No thermometer was on display Wednesday morning at the Palestra, but safe to say the conditions would have been perfect for a wrestler looking to drop a pound or two to make weight.
“The smell is the same,’’ Sixers co-managing partner Josh Harris, University of Pennsylvania Class of ’86, joked of the memories flooding back when he visited the Quakers’ wrestling room.
A mat was on display at the Palestra because Harris and his alma mater were announcing his $1 million gift to Penn wrestling.
On the scale of no big deal to very big deal, a million-dollar gift is …?
“More than a very big deal,’’ said Penn wrestling coach Roger Reina, who returned to his alma mater last year after coaching Penn from 1986-2005, when the team had its greatest success. “In addition to the strategic elements to support the program, it’s also an inspiration to our student-athletes; it’s an inspiration to our staff, to our alumni and recruits.”
Maybe Harris as a 118-pound wrestler (“40 pounds ago”) couldn’t have envisioned becoming involved with owning NBA and NHL teams and other sports ventures. At that point, he didn’t know he’d be in a position so that when Reina, an ex-teammate, came to him and said a gift of that size would allow him to focus on recruiting more than fundraising, Harris could say, “Done.”
The gift was due to be announced some weeks back, but you might have heard how the Sixers got a little busy with their own front-office machinations. The money wasn’t going anywhere.
One common thread with the Sixers, Harris said, is that putting money into a college program won’t cause overnight success. (No talk of processes or trusting them.)
“It’s really about team building and creating a culture that attracts the athletes,’’ Harris said.
Harris took up the sport at age 10 while growing up in Chevy Chase, Md., and he remembers being a good high school wrestler, making it to third in the Maryland state freestyle championships. At Penn, he was just a little below .500, he said. A trip to Lehigh meant wrestling Bobby Weaver, who won an Olympic gold medal a year later.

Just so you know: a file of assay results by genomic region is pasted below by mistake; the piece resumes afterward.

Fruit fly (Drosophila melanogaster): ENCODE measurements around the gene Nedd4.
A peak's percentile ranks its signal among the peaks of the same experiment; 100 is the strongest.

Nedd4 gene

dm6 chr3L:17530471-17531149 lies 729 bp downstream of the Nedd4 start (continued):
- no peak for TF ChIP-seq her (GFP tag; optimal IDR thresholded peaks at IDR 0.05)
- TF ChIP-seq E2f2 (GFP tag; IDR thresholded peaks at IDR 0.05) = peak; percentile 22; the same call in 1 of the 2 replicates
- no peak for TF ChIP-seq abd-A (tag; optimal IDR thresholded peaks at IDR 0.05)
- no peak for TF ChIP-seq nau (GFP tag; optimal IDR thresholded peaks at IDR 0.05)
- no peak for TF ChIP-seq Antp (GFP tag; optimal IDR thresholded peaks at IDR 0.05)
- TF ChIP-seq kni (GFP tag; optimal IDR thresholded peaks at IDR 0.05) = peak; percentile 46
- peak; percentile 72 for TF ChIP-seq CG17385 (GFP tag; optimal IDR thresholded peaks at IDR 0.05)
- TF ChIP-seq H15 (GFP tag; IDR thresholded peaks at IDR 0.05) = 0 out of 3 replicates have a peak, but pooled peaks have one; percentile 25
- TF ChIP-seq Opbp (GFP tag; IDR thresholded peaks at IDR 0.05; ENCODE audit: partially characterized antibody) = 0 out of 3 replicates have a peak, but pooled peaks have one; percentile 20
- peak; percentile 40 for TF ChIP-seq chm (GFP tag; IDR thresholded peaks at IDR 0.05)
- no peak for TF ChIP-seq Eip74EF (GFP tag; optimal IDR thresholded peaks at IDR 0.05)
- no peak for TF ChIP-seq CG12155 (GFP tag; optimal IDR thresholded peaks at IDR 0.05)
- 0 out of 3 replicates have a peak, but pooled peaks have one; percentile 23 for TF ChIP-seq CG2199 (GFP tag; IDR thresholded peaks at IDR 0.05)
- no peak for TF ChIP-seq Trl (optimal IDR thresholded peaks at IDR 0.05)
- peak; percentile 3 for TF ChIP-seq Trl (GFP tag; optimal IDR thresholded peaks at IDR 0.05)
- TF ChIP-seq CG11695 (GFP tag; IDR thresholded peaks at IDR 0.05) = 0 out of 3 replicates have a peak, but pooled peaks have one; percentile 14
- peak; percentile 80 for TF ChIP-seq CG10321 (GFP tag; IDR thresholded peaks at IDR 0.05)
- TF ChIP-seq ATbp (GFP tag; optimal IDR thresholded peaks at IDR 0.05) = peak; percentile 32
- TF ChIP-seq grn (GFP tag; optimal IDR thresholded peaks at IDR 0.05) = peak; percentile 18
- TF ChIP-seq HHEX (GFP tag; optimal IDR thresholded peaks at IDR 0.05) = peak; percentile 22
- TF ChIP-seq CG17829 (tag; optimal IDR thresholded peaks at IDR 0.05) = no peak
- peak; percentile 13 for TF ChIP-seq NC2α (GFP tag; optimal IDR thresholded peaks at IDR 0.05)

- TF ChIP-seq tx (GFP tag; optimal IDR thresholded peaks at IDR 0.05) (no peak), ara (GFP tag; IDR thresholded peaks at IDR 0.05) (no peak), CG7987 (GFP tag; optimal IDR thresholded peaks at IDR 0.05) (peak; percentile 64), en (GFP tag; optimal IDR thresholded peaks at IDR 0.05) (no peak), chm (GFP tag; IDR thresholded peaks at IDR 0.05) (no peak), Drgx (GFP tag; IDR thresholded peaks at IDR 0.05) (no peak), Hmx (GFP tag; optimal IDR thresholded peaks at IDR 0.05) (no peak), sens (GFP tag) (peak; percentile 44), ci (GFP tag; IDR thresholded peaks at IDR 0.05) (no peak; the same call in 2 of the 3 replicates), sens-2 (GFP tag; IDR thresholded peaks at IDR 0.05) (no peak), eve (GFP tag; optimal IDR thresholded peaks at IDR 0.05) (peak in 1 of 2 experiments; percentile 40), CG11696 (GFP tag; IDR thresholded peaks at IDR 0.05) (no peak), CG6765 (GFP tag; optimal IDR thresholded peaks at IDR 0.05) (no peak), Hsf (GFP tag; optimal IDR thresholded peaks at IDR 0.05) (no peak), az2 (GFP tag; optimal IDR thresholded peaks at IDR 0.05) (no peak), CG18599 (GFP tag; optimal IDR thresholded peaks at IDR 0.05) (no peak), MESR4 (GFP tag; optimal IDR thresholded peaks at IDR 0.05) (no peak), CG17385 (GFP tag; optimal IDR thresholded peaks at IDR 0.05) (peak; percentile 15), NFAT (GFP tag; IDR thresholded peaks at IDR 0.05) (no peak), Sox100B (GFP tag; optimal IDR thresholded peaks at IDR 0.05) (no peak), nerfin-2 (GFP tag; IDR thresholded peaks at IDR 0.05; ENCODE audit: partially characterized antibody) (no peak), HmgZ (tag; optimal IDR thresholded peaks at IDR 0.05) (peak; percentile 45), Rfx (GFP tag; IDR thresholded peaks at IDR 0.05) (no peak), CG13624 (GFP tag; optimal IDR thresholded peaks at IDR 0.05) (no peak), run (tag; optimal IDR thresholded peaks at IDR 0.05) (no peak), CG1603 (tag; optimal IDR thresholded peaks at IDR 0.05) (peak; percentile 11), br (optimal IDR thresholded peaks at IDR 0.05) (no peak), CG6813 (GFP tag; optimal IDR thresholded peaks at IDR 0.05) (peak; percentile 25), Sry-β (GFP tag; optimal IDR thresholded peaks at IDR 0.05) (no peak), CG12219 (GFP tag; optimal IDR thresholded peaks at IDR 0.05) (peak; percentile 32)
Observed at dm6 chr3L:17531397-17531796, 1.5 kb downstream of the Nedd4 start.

Sticking with wrestling would have meant a fuller commitment than Harris thought he could give while committing to being a top student. Harris does believe the sport changed his academic commitment at an early age. “It really helped me in life.”
Reina said, “To me, anyone who straps on the shoes and trains in our sport — anyone who takes the Palestra floor here, it’s forever in your blood, it’s forever part of who you are.’’
The Palestra was originally the Greek term for a wrestling venue, which didn’t mean Harris didn’t take a Sixers question or two.
“We’re working every day,’’ Harris said. “The trade window is open. If we can find a player — and there’s ones being written about — that can help our program to another level, we’re going to do that.”
He talked about a trade needing to work for both sides.
“My day job, my Wall Street training, is helpful here, because if you have to give up too much, it’s not going to make sense for you,’’ Harris said. “So, we’re working through that right now and always looking.”
He said that without the name Kawhi Leonard coming up. Mainly, this was about a big day for a college sports program.
“He guaranteed me we’d be back in the top 10 soon,’’ Harris said of Reina’s vision for Penn. But the Sixers owner added that, in his experience, sometimes it’s better not to make big, bold, specific predictions.
Better, Harris said, “to set a general direction.”